Third, political decisions might be made by the United States and the Soviet Union to deliberately transfer some of their military hardware spending to space programs to provide a rapid decrease in military escalation without severe domestic economic dislocation. This seems somewhat unlikely but is a distinct possibility.

Any of these programs would lead to the establishment of facilities in space and of advanced launch vehicles. Within the next two or three decades, the costs of going into space would be low enough to reduce the front-end costs of nonterrestrial mining to a level attractive to private investors. Asteroidal mining of nickel for importation to earth could thus become a reality by the turn of the century, even if solar power satellites prove not to be economically or environmentally sound. Space tourism will be an inevitable spinoff of the reduced costs of transportation through space. Without solar power-satellites it is likely that the number of people living and working in space would not grow as rapidly. New commercial ventures and opportunities, however, can be expected to proliferate rapidly, once life in space becomes routine for even a few hundred people. The economy of North America diversified and proliferated independently of Europe once the Industrial Revolution arrived on its shores. The same is likely to happen with industries in space.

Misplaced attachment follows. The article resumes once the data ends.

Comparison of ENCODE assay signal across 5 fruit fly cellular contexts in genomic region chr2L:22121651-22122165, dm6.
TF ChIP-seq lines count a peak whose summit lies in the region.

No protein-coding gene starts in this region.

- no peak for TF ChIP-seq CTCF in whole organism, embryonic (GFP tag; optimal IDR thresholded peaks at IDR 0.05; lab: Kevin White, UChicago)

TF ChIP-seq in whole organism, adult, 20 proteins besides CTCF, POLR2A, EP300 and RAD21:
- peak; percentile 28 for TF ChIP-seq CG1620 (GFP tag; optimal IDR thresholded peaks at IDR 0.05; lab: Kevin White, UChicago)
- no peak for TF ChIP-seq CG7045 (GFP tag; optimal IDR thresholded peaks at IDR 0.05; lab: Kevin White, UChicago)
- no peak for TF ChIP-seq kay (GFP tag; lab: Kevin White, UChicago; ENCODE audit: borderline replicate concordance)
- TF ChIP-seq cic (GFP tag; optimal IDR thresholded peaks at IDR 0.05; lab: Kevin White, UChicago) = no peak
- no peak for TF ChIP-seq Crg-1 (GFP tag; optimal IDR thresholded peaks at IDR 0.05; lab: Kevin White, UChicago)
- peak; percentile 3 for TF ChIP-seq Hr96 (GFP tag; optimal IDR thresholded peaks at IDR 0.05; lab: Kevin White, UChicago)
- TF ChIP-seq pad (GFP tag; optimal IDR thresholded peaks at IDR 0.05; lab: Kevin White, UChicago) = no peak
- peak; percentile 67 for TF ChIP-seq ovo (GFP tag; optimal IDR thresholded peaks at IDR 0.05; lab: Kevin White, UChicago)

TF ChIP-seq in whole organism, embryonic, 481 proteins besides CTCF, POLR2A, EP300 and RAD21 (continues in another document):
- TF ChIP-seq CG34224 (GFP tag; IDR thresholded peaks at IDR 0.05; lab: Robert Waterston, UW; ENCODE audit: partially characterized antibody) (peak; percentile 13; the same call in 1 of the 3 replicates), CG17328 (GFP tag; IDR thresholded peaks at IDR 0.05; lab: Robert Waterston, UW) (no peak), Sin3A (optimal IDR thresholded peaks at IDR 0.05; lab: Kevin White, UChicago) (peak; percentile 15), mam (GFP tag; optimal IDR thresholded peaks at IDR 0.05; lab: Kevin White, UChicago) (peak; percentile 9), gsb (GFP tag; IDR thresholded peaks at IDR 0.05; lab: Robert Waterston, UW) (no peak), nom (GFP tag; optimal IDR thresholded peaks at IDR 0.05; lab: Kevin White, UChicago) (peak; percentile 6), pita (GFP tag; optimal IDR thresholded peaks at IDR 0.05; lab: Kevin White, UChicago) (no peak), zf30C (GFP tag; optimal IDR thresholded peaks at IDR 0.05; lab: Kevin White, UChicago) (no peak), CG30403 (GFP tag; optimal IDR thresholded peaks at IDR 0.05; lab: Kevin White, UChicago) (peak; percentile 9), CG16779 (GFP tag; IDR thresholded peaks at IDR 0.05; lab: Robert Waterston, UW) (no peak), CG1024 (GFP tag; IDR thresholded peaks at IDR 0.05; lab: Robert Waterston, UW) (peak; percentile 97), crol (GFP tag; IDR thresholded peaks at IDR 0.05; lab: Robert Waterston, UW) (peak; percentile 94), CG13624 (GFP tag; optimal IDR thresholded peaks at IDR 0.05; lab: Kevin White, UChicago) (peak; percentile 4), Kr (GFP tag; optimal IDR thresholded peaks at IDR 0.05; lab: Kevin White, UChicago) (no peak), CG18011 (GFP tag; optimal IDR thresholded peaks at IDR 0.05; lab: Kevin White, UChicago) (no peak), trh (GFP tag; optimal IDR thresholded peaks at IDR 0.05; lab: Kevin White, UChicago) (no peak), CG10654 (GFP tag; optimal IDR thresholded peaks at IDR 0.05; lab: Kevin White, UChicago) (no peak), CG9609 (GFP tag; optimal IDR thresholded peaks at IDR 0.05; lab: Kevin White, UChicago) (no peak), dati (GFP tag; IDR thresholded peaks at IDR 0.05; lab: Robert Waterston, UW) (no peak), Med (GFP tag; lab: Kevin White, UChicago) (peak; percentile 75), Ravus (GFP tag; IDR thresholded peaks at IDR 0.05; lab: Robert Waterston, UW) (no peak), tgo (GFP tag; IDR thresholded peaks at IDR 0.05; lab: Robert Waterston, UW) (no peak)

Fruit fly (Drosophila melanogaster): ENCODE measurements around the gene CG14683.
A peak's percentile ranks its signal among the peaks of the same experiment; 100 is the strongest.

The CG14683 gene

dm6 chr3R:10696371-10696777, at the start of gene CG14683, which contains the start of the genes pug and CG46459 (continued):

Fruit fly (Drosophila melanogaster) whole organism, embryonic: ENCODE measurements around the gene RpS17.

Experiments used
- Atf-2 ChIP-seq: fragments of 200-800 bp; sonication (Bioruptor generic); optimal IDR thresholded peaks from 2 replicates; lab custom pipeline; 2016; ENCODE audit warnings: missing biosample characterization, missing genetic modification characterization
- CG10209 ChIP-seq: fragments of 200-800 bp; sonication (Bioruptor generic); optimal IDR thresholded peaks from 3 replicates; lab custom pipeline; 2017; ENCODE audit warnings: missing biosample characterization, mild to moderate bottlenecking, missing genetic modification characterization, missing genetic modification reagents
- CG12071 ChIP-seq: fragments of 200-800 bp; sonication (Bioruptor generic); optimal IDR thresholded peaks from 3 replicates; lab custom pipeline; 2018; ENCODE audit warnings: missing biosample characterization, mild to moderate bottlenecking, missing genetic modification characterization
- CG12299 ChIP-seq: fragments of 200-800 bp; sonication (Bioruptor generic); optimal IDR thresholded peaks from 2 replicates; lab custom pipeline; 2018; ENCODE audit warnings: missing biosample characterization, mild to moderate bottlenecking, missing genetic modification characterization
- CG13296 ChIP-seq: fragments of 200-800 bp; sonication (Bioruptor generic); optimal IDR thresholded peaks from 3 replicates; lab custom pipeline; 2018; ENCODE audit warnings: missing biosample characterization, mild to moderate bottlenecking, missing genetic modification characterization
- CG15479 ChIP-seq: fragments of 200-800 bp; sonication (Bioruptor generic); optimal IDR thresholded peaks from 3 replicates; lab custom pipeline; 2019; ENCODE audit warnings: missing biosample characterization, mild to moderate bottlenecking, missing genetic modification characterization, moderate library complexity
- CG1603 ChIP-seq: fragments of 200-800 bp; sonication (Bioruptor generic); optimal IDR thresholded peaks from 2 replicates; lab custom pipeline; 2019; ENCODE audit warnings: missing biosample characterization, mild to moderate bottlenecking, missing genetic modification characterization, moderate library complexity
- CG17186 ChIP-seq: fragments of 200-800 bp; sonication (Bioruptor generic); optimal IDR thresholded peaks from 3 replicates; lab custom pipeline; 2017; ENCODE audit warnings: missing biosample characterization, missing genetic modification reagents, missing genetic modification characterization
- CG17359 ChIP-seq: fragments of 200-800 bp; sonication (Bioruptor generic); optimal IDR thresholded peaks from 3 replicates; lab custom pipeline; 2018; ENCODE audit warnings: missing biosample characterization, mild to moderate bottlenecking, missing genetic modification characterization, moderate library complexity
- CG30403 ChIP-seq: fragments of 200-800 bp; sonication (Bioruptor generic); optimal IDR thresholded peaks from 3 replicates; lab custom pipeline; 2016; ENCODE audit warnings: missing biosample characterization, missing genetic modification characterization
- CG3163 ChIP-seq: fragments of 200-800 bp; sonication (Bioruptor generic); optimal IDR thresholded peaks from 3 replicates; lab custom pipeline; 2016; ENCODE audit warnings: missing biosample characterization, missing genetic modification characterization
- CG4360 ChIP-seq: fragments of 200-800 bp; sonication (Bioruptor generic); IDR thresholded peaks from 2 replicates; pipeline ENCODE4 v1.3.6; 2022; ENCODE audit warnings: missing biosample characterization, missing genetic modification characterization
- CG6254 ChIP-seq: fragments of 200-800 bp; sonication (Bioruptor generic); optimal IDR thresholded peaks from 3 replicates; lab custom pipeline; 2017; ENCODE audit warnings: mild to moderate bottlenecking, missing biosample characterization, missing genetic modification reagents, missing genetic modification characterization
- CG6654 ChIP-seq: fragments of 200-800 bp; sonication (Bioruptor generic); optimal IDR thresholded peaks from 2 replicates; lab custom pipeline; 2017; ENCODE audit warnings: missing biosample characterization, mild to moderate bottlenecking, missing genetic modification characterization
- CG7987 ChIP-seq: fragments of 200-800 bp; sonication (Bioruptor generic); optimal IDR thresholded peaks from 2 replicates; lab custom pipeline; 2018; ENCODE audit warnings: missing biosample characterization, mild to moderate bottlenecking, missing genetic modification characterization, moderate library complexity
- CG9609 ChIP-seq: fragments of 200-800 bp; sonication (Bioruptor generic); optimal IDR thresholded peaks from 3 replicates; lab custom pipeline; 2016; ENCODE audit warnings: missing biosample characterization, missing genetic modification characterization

Why space industrialization? Because we want to go for the pure joy and fun of it, and we can pay our way while we do it. Whether or not we go, the long-term prospects for terrestrial civilization seem to be very good. Political factors (such as the possibility of a nuclear holocaust) remain, as they have always been, the wild card in the deck. As a space enthusiast, however, I feel I can face the future with confidence: we're on our way.

J. Peter Vajk has a Ph.D. in theoretical physics from Princeton. For eight years at the Lawrence Livermore Laboratory and now at Science Applications, he has been involved in studying space colonization and industrialization. He is the author of the recently published Doomsday Has Been Cancelled. This article is adapted from one published in Advances in the Astronautical Sciences, vol. 36, © 1978 by the American Astronautical Society.